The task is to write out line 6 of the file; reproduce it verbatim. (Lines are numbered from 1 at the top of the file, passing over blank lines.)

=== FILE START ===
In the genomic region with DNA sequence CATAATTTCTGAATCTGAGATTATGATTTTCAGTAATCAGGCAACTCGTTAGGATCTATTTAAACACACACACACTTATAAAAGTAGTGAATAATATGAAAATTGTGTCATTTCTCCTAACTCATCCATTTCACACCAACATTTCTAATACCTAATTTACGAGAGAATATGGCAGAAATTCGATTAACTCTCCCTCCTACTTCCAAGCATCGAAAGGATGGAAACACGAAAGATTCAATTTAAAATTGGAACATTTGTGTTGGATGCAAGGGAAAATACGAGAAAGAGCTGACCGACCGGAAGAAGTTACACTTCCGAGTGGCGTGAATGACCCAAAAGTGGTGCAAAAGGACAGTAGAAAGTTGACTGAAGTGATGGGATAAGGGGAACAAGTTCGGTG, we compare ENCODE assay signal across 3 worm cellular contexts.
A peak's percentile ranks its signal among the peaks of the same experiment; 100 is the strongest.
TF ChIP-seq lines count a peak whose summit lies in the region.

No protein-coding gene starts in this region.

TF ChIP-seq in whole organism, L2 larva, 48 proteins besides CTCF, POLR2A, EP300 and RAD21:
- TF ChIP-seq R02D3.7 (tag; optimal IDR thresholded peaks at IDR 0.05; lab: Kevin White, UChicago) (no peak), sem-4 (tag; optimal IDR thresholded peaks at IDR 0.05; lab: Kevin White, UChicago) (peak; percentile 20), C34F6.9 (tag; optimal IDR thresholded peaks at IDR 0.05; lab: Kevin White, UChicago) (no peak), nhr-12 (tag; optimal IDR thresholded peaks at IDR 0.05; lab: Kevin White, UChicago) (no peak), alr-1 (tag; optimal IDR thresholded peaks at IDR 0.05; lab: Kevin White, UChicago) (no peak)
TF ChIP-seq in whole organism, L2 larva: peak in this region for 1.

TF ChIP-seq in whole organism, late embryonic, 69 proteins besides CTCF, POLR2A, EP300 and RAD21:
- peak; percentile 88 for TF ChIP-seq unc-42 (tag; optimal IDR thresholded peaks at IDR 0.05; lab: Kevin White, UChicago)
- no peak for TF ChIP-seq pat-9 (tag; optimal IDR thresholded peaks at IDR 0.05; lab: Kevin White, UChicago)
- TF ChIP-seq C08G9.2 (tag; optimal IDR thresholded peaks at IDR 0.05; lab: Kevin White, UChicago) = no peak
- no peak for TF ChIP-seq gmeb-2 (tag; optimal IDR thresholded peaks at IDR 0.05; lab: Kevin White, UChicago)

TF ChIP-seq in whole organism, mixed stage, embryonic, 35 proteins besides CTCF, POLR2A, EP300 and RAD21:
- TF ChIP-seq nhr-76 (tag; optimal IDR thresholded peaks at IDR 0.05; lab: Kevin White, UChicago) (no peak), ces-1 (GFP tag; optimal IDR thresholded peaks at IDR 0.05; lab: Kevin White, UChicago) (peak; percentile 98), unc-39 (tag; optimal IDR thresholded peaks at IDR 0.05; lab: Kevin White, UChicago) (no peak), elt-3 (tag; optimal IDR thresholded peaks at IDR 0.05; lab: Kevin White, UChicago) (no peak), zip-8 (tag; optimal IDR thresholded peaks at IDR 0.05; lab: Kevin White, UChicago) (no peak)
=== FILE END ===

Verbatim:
- TF ChIP-seq R02D3.7 (tag; optimal IDR thresholded peaks at IDR 0.05; lab: Kevin White, UChicago) (no peak), sem-4 (tag; optimal IDR thresholded peaks at IDR 0.05; lab: Kevin White, UChicago) (peak; percentile 20), C34F6.9 (tag; optimal IDR thresholded peaks at IDR 0.05; lab: Kevin White, UChicago) (no peak), nhr-12 (tag; optimal IDR thresholded peaks at IDR 0.05; lab: Kevin White, UChicago) (no peak), alr-1 (tag; optimal IDR thresholded peaks at IDR 0.05; lab: Kevin White, UChicago) (no peak)